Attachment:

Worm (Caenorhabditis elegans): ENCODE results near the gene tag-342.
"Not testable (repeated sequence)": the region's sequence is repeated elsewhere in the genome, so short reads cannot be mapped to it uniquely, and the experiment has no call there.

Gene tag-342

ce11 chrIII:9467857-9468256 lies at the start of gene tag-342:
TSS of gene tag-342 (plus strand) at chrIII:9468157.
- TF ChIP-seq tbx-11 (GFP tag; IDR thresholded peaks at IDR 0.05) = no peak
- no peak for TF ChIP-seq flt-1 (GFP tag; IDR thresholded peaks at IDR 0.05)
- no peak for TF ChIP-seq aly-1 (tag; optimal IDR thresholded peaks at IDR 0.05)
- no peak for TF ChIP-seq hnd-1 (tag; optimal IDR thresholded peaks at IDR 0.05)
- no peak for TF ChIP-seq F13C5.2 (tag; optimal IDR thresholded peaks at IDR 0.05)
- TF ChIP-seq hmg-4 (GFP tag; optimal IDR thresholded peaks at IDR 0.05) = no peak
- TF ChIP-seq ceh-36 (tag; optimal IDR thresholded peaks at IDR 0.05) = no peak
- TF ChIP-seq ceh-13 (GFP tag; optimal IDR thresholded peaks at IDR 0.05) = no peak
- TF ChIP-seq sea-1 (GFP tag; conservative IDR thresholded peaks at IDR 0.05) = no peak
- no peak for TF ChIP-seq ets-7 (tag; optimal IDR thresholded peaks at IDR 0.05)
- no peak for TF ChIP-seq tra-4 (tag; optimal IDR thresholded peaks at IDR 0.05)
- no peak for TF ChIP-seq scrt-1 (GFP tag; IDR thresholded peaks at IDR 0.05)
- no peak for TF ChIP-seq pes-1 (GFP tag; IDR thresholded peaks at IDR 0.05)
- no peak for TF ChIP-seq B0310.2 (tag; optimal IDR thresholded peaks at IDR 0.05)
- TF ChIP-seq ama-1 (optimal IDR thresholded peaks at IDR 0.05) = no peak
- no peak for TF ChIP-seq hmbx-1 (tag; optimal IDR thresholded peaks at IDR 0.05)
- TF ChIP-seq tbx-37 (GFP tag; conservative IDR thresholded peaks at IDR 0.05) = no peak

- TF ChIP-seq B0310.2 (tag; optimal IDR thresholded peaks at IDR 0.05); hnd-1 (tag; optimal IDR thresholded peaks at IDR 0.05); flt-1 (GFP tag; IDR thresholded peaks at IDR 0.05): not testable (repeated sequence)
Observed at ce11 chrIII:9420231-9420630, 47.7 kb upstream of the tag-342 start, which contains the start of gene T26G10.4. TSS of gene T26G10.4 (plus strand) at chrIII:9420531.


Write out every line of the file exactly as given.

Worm (Caenorhabditis elegans): ENCODE results near the gene tag-342.
"Not testable (repeated sequence)": the region's sequence is repeated elsewhere in the genome, so short reads cannot be mapped to it uniquely, and the experiment has no call there.

Gene tag-342

ce11 chrIII:9467857-9468256 lies at the start of gene tag-342:
TSS of gene tag-342 (plus strand) at chrIII:9468157.
- TF ChIP-seq tbx-11 (GFP tag; IDR thresholded peaks at IDR 0.05) = no peak
- no peak for TF ChIP-seq flt-1 (GFP tag; IDR thresholded peaks at IDR 0.05)
- no peak for TF ChIP-seq aly-1 (tag; optimal IDR thresholded peaks at IDR 0.05)
- no peak for TF ChIP-seq hnd-1 (tag; optimal IDR thresholded peaks at IDR 0.05)
- no peak for TF ChIP-seq F13C5.2 (tag; optimal IDR thresholded peaks at IDR 0.05)
- TF ChIP-seq hmg-4 (GFP tag; optimal IDR thresholded peaks at IDR 0.05) = no peak
- TF ChIP-seq ceh-36 (tag; optimal IDR thresholded peaks at IDR 0.05) = no peak
- TF ChIP-seq ceh-13 (GFP tag; optimal IDR thresholded peaks at IDR 0.05) = no peak
- TF ChIP-seq sea-1 (GFP tag; conservative IDR thresholded peaks at IDR 0.05) = no peak
- no peak for TF ChIP-seq ets-7 (tag; optimal IDR thresholded peaks at IDR 0.05)
- no peak for TF ChIP-seq tra-4 (tag; optimal IDR thresholded peaks at IDR 0.05)
- no peak for TF ChIP-seq scrt-1 (GFP tag; IDR thresholded peaks at IDR 0.05)
- no peak for TF ChIP-seq pes-1 (GFP tag; IDR thresholded peaks at IDR 0.05)
- no peak for TF ChIP-seq B0310.2 (tag; optimal IDR thresholded peaks at IDR 0.05)
- TF ChIP-seq ama-1 (optimal IDR thresholded peaks at IDR 0.05) = no peak
- no peak for TF ChIP-seq hmbx-1 (tag; optimal IDR thresholded peaks at IDR 0.05)
- TF ChIP-seq tbx-37 (GFP tag; conservative IDR thresholded peaks at IDR 0.05) = no peak

- TF ChIP-seq B0310.2 (tag; optimal IDR thresholded peaks at IDR 0.05); hnd-1 (tag; optimal IDR thresholded peaks at IDR 0.05); flt-1 (GFP tag; IDR thresholded peaks at IDR 0.05): not testable (repeated sequence)
Observed at ce11 chrIII:9420231-9420630, 47.7 kb upstream of the tag-342 start, which contains the start of gene T26G10.4. TSS of gene T26G10.4 (plus strand) at chrIII:9420531.